Yeah, I think specialized whether it's -- whether it's a verticalized or for a particular function in your organization. We have a very -- certainly a very well-known brand that's in the news all the time and they're a customer of ours and they are in the pipeline right now have a travel and expense application that they're -- that they're looking to meet and it's a good sized contract. So sometimes it's verticalized and sometimes it's a function. Like I mentioned, there's that app that will show Domopalooza around HR in retaining your employees. So I think really over any function in your company and that's why I say, your customers look at us and say, hey, we've got these -- you know all of these employees we're trying to figure out how to give them real time commissions on what they're selling, because they sell so many things and we're losing employees because our reps can't actually make sense of the commission spreadsheets that we send to them, can we give them an app. It helps them see it in real time and it feels kind of next generation and feels like we're being transparent and open with them because they get it in real time and we were able to again pull those building blocks off the shelf, put a -- a skin on it that looks like their brand and they get a really cool custom software application that we just pulled off the shelf that looks custom to all of their employees. So yeah, I think we'll see more verticalization and more specialization for sure.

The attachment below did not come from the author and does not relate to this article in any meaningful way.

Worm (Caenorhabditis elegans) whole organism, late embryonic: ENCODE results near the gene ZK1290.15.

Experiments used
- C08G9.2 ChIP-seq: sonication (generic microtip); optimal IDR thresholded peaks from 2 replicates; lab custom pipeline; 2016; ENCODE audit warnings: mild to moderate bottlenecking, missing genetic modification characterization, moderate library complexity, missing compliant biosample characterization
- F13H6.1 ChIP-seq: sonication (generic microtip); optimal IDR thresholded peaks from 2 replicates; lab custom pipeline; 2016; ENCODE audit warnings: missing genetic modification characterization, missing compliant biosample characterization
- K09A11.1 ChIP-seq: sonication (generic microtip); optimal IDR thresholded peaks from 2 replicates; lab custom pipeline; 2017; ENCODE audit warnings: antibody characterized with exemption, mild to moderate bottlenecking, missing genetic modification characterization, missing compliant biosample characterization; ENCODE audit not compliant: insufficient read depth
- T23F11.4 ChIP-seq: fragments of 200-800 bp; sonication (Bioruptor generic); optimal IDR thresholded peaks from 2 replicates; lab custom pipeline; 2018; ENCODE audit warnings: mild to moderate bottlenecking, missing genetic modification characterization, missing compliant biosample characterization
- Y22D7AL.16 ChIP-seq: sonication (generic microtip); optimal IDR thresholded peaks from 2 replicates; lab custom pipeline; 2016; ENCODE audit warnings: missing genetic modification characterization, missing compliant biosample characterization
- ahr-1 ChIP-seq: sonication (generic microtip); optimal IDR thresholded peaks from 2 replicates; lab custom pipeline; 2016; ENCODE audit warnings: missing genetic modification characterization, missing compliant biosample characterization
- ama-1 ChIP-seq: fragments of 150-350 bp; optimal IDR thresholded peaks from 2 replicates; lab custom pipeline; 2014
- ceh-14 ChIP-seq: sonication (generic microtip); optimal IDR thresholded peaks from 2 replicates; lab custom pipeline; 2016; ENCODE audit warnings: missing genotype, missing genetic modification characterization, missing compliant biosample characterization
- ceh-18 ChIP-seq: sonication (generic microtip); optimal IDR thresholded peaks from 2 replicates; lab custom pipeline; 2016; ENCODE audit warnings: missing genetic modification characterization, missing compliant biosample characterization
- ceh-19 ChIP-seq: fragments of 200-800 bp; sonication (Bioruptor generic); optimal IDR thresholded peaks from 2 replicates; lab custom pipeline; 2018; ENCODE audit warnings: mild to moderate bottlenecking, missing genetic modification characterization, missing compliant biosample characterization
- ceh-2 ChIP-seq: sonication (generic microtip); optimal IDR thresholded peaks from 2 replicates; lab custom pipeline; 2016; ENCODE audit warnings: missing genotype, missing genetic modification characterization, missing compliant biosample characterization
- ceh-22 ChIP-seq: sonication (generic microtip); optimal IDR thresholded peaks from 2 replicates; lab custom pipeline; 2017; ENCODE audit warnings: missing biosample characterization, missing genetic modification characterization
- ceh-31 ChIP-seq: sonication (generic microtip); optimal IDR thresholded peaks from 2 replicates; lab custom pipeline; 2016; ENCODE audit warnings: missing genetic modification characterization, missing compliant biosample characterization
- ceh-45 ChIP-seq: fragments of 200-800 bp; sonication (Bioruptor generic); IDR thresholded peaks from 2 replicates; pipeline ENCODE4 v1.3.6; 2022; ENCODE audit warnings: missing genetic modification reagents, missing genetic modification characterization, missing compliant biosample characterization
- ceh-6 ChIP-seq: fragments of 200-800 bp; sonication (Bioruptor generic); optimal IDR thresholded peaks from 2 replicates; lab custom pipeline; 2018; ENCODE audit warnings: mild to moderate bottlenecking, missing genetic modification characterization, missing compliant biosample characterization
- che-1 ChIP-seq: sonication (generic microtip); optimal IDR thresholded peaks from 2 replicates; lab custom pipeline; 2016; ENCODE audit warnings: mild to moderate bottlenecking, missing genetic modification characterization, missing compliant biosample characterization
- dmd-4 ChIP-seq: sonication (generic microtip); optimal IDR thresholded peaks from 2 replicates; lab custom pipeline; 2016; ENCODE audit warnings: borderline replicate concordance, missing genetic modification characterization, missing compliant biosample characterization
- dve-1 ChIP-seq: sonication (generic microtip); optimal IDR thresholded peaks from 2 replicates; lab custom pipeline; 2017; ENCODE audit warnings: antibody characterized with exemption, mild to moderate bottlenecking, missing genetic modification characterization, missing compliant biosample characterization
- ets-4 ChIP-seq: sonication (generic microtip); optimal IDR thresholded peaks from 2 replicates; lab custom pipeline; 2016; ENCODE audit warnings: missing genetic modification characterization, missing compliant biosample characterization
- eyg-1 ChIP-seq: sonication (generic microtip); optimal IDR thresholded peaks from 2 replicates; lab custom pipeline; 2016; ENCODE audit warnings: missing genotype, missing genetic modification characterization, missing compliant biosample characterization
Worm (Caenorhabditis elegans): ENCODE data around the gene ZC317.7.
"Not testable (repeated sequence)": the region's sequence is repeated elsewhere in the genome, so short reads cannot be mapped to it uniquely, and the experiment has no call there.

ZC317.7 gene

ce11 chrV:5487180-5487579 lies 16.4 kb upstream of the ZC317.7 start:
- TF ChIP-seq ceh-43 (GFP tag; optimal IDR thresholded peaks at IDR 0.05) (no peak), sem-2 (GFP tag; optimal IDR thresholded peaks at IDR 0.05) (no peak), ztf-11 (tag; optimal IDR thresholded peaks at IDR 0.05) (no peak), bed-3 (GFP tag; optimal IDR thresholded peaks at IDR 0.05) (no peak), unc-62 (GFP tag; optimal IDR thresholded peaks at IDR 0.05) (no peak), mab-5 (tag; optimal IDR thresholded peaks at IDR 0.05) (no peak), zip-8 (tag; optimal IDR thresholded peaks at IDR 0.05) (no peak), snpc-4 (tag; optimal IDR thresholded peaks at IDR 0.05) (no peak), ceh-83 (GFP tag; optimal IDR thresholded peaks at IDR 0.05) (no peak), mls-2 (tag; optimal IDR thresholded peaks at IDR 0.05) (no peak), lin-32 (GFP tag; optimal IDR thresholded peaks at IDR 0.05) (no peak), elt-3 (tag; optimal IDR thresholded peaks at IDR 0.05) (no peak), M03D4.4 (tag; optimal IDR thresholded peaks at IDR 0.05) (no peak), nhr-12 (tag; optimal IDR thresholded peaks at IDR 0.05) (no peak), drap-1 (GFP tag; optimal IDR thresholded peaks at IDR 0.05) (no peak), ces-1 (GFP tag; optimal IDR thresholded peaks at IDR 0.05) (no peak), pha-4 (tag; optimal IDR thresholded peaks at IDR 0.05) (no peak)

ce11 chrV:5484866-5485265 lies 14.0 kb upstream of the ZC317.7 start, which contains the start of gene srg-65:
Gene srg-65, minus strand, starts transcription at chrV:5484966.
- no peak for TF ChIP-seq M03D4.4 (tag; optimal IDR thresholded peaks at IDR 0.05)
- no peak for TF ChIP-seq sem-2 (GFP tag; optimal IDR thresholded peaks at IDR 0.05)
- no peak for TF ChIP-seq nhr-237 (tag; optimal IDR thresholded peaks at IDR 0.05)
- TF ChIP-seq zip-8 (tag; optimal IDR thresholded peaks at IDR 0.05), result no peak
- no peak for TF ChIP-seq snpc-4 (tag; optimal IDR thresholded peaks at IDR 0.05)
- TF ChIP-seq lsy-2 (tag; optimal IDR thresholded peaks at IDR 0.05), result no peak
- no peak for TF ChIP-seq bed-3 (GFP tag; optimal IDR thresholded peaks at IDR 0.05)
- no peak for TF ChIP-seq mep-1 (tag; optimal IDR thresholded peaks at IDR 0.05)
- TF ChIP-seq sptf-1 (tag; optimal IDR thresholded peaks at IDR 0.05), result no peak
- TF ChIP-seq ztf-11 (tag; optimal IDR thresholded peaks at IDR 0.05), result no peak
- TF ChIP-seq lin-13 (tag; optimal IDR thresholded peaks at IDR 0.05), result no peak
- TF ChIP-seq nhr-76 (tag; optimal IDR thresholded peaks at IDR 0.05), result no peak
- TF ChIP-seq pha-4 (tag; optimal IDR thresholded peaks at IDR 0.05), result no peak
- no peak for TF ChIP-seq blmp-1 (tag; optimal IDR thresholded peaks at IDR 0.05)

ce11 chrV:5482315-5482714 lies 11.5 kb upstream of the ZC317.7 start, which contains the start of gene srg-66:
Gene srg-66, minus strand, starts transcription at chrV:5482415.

Jack Andrews -- Needham & Company -- Analyst

Great. Thanks for the color.

Joshua James -- Founder, Chief Executive Officer and Chairman of the Board

You bet.

Operator

Thank you. Ladies and gentlemen, thank you for participating in today's conference. This does conclude today's program, and you may all disconnect. Everyone have a wonderful day.

Duration: 52 minutes

Call participants:

Peter Lowry -- Vice President, Investor Relations

Julie Kehoe -- Chief Communications Officer

Joshua James -- Founder, Chief Executive Officer and Chairman of the Board

Bruce Felt -- Chief Financial Officer

Joshua Baer -- Morgan Stanley -- Analyst

Sven -- Credit Suisse AG -- Analyst

Jennifer Lowe -- UBS -- Analyst

Derrick Wood -- Cowen and Company -- Analyst

Patrick Walravens -- JMP Securities -- Analyst

Jack Andrews -- Needham & Company -- Analyst